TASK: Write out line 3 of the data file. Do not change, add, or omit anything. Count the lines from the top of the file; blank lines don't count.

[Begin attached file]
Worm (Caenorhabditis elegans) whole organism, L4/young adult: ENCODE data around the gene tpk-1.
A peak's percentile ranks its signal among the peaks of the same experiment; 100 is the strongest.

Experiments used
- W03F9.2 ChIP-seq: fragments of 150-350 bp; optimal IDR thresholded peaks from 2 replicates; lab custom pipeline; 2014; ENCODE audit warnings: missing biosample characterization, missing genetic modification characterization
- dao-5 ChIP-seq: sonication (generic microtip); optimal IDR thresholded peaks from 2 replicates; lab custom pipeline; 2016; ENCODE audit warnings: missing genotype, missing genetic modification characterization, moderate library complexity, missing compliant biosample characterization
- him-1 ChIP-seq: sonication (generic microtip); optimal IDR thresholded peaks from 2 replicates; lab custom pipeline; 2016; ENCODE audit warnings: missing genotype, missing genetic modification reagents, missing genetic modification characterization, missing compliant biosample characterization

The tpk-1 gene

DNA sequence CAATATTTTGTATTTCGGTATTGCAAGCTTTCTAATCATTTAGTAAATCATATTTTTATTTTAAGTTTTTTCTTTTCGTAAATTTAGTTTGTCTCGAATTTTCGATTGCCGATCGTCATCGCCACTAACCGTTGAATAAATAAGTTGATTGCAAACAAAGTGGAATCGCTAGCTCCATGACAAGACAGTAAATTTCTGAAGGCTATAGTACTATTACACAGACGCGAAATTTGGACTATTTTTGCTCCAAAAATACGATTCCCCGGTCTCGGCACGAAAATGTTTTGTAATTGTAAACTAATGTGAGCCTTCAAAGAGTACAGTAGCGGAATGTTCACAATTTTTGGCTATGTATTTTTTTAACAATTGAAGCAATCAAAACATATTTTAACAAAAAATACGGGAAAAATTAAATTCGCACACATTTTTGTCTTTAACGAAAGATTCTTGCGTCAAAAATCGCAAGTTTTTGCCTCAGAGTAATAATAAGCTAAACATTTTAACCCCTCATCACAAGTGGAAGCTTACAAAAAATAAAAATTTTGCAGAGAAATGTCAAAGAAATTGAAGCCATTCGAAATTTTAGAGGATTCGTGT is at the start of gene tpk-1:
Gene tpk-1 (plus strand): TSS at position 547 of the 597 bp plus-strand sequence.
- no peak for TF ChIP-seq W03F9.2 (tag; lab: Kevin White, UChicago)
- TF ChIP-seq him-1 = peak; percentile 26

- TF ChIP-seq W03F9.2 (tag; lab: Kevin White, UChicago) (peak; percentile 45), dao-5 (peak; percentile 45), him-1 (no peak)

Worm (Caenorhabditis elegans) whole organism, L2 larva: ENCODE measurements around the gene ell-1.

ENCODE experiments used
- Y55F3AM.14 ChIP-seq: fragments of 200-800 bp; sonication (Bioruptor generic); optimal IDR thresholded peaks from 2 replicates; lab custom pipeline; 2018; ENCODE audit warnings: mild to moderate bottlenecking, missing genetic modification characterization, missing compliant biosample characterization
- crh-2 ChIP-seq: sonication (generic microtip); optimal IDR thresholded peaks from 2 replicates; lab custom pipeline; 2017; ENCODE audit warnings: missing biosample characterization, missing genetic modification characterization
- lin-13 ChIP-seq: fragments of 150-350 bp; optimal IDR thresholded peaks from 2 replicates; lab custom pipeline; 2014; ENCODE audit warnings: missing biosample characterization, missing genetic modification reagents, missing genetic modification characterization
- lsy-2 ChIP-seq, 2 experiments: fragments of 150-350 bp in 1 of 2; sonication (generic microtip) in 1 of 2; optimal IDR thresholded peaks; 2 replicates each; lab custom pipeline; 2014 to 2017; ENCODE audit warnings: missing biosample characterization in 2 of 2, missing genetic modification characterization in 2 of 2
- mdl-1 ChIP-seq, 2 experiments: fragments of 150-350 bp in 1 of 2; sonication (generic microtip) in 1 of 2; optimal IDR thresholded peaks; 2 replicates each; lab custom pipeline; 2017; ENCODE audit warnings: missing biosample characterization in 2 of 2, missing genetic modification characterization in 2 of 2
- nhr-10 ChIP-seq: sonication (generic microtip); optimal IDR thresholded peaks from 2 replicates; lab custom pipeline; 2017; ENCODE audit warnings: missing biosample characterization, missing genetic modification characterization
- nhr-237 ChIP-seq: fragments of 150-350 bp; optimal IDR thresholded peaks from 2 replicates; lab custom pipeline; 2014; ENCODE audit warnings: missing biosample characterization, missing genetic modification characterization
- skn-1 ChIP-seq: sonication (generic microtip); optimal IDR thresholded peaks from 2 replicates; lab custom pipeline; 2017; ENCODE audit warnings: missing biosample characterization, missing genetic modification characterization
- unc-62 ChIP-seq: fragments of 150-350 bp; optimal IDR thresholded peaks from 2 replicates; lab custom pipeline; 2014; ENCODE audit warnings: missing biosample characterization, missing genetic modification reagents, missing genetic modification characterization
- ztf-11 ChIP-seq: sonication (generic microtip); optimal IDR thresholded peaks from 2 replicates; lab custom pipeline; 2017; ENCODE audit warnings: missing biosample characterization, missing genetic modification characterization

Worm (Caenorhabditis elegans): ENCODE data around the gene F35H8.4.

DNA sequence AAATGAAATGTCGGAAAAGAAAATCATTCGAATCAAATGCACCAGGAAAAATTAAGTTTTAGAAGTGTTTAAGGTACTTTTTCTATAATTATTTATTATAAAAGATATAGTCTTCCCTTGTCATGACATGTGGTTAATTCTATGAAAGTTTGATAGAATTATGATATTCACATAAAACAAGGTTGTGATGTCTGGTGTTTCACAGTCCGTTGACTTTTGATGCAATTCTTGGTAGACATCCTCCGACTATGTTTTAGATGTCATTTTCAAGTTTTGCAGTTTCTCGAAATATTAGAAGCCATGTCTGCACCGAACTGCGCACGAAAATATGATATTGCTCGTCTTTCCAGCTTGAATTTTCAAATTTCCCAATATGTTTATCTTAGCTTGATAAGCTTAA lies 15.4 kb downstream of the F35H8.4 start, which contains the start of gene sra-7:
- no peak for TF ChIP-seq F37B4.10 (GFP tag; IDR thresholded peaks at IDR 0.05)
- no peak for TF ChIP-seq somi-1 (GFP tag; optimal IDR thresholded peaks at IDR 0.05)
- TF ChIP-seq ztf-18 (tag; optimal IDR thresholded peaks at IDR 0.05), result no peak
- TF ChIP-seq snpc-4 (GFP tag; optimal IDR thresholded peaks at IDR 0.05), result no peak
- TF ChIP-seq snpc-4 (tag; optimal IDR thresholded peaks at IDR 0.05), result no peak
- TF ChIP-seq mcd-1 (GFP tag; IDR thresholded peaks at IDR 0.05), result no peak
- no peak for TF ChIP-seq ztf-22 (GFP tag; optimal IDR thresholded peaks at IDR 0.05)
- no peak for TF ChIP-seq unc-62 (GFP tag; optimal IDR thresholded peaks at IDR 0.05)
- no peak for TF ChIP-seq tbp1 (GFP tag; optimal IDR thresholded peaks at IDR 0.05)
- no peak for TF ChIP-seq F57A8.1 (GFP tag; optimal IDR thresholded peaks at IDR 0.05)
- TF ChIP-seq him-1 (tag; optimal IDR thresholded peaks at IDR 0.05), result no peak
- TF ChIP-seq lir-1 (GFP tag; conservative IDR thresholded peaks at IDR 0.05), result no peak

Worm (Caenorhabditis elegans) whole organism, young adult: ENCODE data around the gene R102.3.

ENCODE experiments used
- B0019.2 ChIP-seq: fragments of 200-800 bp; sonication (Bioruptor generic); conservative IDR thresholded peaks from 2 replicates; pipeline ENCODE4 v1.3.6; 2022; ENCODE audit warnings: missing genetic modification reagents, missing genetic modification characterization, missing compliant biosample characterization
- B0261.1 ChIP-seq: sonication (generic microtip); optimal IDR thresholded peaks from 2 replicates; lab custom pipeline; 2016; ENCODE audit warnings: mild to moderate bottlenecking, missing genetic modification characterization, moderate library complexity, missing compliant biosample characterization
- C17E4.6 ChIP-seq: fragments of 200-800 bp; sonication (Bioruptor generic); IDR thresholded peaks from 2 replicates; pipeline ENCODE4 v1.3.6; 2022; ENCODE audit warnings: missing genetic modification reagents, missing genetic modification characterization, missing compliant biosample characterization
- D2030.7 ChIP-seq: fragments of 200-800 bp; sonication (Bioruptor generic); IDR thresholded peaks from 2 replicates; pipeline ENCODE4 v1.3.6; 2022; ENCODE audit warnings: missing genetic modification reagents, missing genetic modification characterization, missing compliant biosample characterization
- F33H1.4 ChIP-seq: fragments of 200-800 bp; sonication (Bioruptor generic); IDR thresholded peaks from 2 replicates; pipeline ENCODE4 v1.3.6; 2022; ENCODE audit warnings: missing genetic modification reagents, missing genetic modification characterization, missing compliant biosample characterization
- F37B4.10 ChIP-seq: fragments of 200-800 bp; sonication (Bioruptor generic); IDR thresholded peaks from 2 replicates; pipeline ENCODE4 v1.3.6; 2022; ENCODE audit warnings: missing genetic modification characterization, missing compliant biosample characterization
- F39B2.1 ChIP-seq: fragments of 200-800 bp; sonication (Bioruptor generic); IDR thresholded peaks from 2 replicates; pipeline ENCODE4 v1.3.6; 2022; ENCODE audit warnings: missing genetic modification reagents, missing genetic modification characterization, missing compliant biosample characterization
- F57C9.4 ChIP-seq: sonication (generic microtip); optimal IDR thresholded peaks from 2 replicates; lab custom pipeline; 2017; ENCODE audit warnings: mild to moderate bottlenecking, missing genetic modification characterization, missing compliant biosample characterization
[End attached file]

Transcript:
Experiments used